Q: I have been unhappy in my marriage for many years due to my husband's philandering, but I have stayed with it because he owns a very successful business that gives us a comfortable lifestyle and a good social life. However, as I become older I find I am less tolerant of his affairs and think I would like to get a divorce and start again before it is too late. What concerns me is that my husband may try to play down his success and hide the financial evidence. As he has always handled our finances I probably would not even know. What should I do?
A: During the divorce process both you and your husband will be required to produce full and honest statements setting out your financial positions. When these statements are exchanged your Solicitor will scrutinise your husband's statement and look for anything that suggests funds may have been hidden. If your Solicitor believes there is a need, he or she can request that the court ask for a realistic and reasonable quantification of your husband's funds.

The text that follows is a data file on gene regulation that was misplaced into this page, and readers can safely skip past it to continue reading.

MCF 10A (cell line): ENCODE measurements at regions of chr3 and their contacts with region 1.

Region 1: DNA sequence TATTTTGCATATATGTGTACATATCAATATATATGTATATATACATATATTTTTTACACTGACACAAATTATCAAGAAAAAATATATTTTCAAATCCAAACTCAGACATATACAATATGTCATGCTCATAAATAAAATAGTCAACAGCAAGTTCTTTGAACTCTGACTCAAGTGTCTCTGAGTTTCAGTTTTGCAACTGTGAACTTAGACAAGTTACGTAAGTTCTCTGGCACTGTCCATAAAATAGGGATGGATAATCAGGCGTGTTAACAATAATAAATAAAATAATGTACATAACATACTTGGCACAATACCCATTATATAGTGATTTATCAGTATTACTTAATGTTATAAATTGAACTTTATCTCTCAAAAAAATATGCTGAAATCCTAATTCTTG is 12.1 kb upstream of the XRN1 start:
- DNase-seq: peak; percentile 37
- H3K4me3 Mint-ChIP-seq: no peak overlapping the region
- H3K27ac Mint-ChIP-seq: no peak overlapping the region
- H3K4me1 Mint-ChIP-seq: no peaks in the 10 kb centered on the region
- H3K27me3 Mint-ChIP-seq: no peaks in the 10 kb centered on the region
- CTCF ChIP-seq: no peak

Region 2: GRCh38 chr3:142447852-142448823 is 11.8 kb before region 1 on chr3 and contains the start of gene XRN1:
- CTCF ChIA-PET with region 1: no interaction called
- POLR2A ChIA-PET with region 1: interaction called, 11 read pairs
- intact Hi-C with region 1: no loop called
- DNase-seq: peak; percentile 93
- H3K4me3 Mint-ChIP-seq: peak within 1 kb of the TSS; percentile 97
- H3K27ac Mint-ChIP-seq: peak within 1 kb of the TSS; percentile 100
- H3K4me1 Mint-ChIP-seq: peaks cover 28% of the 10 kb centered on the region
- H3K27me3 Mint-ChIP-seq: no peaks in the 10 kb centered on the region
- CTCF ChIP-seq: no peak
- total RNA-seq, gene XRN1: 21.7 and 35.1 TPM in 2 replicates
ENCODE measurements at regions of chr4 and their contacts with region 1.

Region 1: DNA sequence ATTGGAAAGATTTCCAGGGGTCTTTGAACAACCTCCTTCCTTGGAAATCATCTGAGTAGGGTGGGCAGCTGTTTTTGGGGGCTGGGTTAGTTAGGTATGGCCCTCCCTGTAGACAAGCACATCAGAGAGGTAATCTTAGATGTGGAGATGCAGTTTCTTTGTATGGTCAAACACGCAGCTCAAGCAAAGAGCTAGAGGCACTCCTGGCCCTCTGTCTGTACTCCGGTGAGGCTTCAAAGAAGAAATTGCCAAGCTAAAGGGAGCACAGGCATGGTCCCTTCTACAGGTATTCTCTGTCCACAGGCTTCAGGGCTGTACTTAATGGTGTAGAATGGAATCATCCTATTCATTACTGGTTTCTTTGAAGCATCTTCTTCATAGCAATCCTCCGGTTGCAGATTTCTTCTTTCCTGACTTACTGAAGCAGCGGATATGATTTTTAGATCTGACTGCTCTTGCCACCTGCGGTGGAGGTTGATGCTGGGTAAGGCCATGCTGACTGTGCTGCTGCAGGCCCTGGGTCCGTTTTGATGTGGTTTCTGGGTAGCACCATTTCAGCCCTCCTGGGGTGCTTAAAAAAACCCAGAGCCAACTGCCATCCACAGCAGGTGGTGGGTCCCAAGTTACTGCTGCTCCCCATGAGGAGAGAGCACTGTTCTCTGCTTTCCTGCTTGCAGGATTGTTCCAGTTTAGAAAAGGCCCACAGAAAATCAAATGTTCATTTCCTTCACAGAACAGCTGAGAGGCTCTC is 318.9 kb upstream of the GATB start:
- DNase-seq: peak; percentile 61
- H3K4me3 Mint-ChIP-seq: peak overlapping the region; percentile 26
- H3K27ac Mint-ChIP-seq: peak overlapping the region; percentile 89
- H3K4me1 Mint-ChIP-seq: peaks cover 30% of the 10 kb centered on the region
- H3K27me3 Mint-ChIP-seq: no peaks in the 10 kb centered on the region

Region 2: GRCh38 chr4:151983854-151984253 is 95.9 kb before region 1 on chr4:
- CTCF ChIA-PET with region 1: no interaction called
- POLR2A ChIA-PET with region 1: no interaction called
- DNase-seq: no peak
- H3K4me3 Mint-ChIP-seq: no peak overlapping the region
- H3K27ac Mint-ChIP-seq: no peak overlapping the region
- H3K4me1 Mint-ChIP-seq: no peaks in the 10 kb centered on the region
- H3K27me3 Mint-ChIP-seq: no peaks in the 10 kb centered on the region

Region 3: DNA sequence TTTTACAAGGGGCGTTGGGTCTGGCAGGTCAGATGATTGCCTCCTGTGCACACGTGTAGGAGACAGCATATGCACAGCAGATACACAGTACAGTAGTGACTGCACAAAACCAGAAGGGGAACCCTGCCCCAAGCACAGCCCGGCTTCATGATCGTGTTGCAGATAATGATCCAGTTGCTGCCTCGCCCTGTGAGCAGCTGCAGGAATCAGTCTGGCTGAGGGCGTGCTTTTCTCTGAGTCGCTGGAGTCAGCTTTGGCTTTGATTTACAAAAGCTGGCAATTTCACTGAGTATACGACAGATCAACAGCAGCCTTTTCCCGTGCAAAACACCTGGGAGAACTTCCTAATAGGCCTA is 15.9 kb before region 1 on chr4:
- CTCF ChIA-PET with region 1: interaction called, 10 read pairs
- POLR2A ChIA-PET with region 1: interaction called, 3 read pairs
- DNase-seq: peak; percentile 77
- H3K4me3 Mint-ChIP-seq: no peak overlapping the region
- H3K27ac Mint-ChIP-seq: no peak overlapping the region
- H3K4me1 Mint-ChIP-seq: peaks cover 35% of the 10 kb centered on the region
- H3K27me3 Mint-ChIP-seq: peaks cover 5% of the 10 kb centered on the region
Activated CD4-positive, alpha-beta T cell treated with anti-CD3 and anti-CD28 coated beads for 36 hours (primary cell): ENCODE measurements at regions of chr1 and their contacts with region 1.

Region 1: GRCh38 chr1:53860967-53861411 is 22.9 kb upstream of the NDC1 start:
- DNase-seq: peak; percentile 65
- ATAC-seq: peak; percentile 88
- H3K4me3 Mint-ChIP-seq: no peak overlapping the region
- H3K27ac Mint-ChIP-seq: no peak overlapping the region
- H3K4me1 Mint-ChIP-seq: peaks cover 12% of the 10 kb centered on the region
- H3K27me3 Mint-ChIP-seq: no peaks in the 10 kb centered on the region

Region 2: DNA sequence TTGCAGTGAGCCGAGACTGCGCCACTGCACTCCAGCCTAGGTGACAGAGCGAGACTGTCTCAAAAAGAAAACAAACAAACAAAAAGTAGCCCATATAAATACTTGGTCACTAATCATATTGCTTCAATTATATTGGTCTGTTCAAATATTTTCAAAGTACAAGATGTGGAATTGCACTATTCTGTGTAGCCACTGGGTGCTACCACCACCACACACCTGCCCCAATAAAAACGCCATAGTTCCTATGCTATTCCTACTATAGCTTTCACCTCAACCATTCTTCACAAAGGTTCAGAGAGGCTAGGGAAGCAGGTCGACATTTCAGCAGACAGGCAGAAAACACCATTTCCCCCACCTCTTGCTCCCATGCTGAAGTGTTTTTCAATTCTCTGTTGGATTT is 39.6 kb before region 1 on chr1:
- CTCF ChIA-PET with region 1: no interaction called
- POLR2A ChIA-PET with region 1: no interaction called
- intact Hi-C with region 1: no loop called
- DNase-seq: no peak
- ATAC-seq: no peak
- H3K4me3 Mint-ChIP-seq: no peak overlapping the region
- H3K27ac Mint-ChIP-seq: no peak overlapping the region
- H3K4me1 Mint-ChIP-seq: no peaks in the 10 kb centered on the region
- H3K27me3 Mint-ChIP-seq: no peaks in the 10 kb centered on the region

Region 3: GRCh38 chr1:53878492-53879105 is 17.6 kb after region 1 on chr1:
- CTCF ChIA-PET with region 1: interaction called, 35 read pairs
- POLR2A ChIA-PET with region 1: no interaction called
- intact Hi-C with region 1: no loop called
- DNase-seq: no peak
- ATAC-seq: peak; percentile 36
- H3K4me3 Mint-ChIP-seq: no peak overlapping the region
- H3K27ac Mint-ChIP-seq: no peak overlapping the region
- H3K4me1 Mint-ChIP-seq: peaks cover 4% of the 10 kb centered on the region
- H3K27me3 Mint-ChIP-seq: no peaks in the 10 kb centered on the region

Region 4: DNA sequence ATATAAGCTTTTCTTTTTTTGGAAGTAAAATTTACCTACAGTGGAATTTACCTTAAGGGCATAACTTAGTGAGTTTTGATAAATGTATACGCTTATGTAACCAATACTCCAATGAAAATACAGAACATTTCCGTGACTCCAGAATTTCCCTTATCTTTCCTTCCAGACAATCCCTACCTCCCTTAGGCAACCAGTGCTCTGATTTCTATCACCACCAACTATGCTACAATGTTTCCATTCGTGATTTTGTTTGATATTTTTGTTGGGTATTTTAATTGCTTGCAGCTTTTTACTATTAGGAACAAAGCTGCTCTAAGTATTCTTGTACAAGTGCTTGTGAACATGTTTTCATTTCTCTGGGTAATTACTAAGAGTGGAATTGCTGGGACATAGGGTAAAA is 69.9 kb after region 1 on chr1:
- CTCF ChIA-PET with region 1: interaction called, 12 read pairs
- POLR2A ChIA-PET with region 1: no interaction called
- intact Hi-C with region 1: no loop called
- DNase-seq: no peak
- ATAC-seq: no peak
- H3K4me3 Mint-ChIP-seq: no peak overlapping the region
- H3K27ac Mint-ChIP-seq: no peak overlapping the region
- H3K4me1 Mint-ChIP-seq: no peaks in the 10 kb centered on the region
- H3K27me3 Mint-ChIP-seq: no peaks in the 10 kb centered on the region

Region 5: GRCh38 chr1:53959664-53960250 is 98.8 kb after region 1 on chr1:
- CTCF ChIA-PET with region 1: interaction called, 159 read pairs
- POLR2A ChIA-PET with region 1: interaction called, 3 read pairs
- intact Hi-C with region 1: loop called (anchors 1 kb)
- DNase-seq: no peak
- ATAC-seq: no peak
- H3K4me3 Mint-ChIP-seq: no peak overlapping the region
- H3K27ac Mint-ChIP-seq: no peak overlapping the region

The court will then look at the scale of your husband's business activities and lifestyle in comparison with the funds he has disclosed. If necessary the opinion of a forensic accountant can be sought. Based on their findings the court will estimate what they believe to be the real value of your husband's funds and make an award that is cost proportionate to the determined asset value.
There is no set formula when it comes to the court working out how the financial settlement is split. Usually the court takes a ‘needs and resources' approach but if your husband is found to have been concealing funds the court is likely to take a very dim view and their decision may reflect that.